Leo Durocher did it after a not-so-illustrious one.
Joe Torre did it as a journeyman, not achieving success for a couple of decades.
Billy Martin did it with the only team he ever loved.
Gil Hodges did it with a miracle.
But Babe Ruth never did it – he never managed a major league baseball team.
This, despite 714 career home runs. This, despite 60 home runs in a single season.
This, despite hitting above .300 for eight consecutive seasons twice in his career.
This, despite being a beloved player. A star. An icon.
Achievements on the diamond mattered not. Babe Ruth’s dream of imparting a Fort Knox of knowledge to the next generation of baseball players was a dream never to be realized. Managers are role models, after all.
The Babe was a measure of awe, if not leadership. His towering home runs changed baseball from a game resting largely on bunts, sacrifices, and strategy to one including power. His Grand Canyon of an appetite led to stomach pumping after eating a dozen hot dogs. His reportedly gargantuan sexual hunger once triggered a woman chasing him through a train while branding a knife. They were both naked.
But he was not a role model as a leader, at least not according to the baseball powers that be. Was he seen as a clown rather than an asset? Probably. Fun rather than tough? Arguably. The highest rung he reached on the management ladder was First Base Coach with the Brooklyn Dodgers for the 1938 season. Babe Ruth did have a certain marquee value, after all, even if wearing a Dodgers jersey seemed somewhat incongruous compared to the pinstripes of the vaunted Yankees.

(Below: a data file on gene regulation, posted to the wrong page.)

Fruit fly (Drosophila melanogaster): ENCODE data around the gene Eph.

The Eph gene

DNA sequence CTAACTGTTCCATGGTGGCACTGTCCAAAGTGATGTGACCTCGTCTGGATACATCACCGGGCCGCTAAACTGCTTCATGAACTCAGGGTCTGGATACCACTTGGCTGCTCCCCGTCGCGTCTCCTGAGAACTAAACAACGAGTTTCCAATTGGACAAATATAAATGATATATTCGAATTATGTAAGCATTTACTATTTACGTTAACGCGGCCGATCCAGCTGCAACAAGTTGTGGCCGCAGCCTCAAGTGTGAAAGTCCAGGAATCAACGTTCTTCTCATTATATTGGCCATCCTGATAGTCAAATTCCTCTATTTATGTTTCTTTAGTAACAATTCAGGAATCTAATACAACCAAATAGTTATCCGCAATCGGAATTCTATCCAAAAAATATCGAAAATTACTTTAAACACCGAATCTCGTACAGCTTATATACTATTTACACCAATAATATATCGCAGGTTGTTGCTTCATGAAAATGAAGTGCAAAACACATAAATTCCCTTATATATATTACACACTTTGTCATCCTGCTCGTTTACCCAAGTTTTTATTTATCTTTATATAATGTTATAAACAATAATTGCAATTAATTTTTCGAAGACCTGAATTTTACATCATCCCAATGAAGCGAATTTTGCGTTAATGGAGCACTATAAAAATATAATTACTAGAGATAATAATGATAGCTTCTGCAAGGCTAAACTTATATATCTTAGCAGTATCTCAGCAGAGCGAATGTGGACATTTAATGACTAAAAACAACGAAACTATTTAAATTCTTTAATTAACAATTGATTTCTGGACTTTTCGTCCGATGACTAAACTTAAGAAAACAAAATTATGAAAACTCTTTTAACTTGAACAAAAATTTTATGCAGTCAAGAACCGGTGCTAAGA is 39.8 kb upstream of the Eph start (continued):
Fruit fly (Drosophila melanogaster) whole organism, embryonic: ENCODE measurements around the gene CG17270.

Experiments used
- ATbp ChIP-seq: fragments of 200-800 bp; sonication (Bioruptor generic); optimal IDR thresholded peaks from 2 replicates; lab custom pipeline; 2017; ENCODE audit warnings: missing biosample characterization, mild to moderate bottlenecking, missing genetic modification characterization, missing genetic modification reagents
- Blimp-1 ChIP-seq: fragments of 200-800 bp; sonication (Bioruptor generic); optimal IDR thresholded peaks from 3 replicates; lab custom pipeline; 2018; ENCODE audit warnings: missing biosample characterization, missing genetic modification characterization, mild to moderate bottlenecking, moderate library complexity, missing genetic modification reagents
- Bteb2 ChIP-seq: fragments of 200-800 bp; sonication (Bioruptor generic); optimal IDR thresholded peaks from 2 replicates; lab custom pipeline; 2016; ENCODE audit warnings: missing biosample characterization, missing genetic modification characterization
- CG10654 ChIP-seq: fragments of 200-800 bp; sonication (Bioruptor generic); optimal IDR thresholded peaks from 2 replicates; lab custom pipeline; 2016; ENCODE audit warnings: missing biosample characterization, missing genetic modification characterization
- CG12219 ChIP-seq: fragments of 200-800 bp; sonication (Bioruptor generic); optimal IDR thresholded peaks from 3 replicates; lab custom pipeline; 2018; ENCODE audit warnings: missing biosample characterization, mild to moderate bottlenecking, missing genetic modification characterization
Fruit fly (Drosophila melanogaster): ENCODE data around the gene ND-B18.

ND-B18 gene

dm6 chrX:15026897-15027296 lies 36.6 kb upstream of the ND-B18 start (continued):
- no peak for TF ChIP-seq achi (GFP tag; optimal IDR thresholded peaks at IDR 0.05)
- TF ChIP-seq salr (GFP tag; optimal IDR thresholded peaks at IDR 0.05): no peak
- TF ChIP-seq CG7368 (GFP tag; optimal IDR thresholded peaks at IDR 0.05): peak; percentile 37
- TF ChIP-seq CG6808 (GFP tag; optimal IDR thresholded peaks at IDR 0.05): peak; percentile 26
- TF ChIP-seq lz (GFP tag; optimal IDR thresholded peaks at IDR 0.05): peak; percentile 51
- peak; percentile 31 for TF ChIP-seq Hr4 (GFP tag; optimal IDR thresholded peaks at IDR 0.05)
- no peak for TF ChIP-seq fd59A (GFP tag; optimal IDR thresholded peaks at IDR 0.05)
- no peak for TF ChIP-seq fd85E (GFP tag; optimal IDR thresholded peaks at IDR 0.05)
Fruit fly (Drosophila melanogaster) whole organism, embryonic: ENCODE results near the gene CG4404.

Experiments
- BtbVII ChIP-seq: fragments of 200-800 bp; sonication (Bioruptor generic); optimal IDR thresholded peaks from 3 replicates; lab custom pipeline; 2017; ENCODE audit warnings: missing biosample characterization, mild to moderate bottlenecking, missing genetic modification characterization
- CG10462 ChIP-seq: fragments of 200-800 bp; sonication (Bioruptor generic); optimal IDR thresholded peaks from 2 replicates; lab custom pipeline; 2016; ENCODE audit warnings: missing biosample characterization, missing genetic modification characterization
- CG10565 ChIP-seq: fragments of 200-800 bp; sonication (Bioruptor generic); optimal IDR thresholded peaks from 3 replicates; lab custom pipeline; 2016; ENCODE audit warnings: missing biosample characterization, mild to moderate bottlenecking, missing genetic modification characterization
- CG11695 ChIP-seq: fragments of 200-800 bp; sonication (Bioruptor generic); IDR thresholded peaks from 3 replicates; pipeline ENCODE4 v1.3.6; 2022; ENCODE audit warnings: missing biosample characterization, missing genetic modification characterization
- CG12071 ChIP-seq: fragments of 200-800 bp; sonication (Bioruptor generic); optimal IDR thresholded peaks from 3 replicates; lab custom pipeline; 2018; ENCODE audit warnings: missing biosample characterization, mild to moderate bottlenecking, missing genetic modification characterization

Babe Ruth’s punctured dream is a familiar lesson that success does not always translate to opportunity. It’s a lesson learned in the corporate structure when shortsightedness, lack of creativity, and office politics create victims instead of victors.
On Sunday, a Babe Ruth jersey sold at auction for $4.4 million. Almost 100 years since Babe Ruth debuted in the major leagues, he maintains a mystique of power, allure, and awe. But if you have not reached a personal dream, take solace by imagining the Babe’s ghost sitting next to you at the ballpark.
He’ll tell you about his emotional injury when baseball ignored his mental acuity in favor of remembering his on-and-off-the-field exploits.
He’ll recall the true story of his called home run in the 1932 World Series.
He’ll explain with a wink what really happened on the train with the knife-wielding woman.
And he’ll do it while eating a hot dog. Or twelve.